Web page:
Coccidioides immitis


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Related to Coccidioides immitis: blastomycosis, coccidioidomycosis, Cryptococcus neoformans

Coc·cid·i·oi·des im·mit·is

(kok-sid'ē-oy'dēz i-mī'tis)
A dimorphic fungus widely distributed in desert and semiarid areas of the southwestern U.S., Mexico, and South and Central America; causes coccidioidomycosis, the clinical manifestations of which range from self-limited primary pulmonary infection to a disseminated fatal disease.

Coccidioides

a genus of pathogenic fungi.

Coccidioides immitis
the etiological agent of coccidioidomycosis. A common infection in desert rats whose feces act as the vehicle for spread of the infection.
References in periodicals archive ?
Coccidioides immitis identified in soil outside of its known range--Washington, 2013.
Molecular approaches to the study of Coccidioides immitis.
Observations on Coccidioides immitis found growing naturally in soil.
For more information on testing environmental samples for Coccidioides immitis, contact Aerotech P & K at (800) 651-4802 or visit www.
The position of YLSTo within the phylum Ascomycota was determined after aligning the complete sequence of the NS1-6 (1438 nt) clone with that of eleven ascomycete fungi: Arcoesphaera apis, Aspergyillus fumigatus, Coccidioides immitis (Class Plectomycetes); Hypomyces chrysospermus, Ophiostoma ulmi, Podospora anserina (Class Pyrenomycetes); Lecanora dispersa, Spathularia flavida, Spaenophorus globosus (Class Discomycetes); Candida albicans, Saccharomyces cerevisiae (Order Saccharomycetales) and Ustilago maydis (Class Basidiomycetes) as an outgroup (Fig.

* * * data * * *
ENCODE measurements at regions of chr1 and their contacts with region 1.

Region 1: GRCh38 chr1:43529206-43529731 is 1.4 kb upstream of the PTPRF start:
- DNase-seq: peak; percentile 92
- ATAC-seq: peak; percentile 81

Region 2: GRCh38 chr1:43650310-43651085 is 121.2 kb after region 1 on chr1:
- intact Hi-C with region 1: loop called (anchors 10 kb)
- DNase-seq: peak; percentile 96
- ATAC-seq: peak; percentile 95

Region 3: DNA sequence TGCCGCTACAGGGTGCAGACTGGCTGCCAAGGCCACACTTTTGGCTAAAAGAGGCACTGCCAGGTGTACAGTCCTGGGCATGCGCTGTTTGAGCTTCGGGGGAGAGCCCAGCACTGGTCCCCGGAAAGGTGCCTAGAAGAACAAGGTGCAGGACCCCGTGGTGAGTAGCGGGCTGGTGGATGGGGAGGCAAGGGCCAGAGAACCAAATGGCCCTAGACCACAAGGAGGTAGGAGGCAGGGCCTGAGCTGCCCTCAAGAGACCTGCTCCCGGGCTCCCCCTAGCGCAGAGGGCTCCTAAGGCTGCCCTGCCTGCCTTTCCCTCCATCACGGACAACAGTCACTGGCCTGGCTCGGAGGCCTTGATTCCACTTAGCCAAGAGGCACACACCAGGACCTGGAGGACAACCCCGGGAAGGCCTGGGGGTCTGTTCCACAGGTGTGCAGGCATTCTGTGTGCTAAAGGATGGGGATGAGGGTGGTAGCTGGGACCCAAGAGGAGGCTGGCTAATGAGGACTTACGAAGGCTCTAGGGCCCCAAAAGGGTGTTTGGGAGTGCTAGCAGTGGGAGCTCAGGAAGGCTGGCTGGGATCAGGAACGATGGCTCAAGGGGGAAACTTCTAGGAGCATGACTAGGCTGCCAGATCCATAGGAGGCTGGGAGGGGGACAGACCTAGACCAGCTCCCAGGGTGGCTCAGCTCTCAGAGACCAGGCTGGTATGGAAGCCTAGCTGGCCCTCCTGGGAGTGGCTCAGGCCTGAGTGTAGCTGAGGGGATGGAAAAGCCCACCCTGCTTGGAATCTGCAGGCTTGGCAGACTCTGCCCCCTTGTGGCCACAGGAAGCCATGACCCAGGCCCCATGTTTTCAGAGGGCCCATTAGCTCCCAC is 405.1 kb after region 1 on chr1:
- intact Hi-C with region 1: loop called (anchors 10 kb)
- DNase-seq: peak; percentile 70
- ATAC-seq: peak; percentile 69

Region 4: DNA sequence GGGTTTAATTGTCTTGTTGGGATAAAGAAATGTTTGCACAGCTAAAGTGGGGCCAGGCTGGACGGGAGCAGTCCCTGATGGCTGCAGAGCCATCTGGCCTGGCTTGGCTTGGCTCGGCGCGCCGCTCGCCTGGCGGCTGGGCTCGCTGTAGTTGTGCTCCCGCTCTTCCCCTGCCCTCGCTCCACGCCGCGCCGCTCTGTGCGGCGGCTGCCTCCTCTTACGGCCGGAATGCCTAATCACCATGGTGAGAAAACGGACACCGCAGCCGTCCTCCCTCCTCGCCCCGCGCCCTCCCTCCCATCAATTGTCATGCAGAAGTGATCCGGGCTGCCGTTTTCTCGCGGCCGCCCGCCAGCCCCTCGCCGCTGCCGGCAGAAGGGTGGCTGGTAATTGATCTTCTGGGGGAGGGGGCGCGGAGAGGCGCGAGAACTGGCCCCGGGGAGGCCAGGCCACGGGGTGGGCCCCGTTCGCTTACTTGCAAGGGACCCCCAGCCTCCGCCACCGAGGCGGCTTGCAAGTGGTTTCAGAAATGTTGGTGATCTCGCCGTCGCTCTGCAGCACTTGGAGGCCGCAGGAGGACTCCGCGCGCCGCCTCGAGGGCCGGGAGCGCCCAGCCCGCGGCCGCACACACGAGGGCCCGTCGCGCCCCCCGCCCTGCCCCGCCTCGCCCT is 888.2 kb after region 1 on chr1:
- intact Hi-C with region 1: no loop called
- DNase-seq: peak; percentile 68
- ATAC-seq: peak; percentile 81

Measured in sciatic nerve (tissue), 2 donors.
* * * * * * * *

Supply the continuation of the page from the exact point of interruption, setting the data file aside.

In areas where Coccidioides immitis is endemic, coccidioidomycosis remains a threat to those whose occupations involve disturbing the soil, said Dr.
Coccidioidomycosis is caused by breathing in spores of the fungus Coccidioides immitis.
En Latinoamerica se encuentran frecuentes infecciones por Histoplasma capsulatum y Coccidioides immitis en los pacientes con VIH.
The infectious organism, Coccidioides immitis, grows in soil and vegetation, so the disease typically occurs in agricultural workers.
The dust poses a special danger because it has been shown to contain a fungus called Coccidioides immitis, which normally resides in the soil.
Scientists say the techniques used to figure out indirectly the cryptic sex of Coccidioides immitis, the Valley Fever fungus, could be used to determine which of the many poorly known microbial species assumed to be asexual really are.
This case report describes a patient with pneumonias diagnosed sequentially and caused by Pneumocystis carinii, Mycobacterium gordonae, and Coccidioides immitis.